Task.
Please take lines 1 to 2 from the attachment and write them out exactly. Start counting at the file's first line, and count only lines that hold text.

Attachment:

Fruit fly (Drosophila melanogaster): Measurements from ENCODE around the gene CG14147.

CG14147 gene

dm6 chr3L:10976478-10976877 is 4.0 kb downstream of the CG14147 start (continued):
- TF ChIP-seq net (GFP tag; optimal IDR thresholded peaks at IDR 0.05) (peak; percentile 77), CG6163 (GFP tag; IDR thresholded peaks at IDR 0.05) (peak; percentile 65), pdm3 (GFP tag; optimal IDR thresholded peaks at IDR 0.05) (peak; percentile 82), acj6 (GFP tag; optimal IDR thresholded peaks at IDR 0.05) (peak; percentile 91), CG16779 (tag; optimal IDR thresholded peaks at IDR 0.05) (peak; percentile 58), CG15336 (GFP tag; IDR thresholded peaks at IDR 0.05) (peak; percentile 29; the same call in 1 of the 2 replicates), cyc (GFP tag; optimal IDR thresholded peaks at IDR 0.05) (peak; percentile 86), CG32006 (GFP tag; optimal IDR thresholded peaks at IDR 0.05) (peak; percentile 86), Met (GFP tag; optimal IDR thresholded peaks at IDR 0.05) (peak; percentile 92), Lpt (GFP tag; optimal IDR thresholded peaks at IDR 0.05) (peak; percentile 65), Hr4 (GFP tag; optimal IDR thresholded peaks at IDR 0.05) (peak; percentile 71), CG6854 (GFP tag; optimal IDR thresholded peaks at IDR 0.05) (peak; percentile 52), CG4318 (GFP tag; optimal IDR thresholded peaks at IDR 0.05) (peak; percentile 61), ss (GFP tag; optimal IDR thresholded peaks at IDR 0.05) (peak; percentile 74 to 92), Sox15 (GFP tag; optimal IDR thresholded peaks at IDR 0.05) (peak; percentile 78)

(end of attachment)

Fruit fly (Drosophila melanogaster): Measurements from ENCODE around the gene CG14147.

CG14147 gene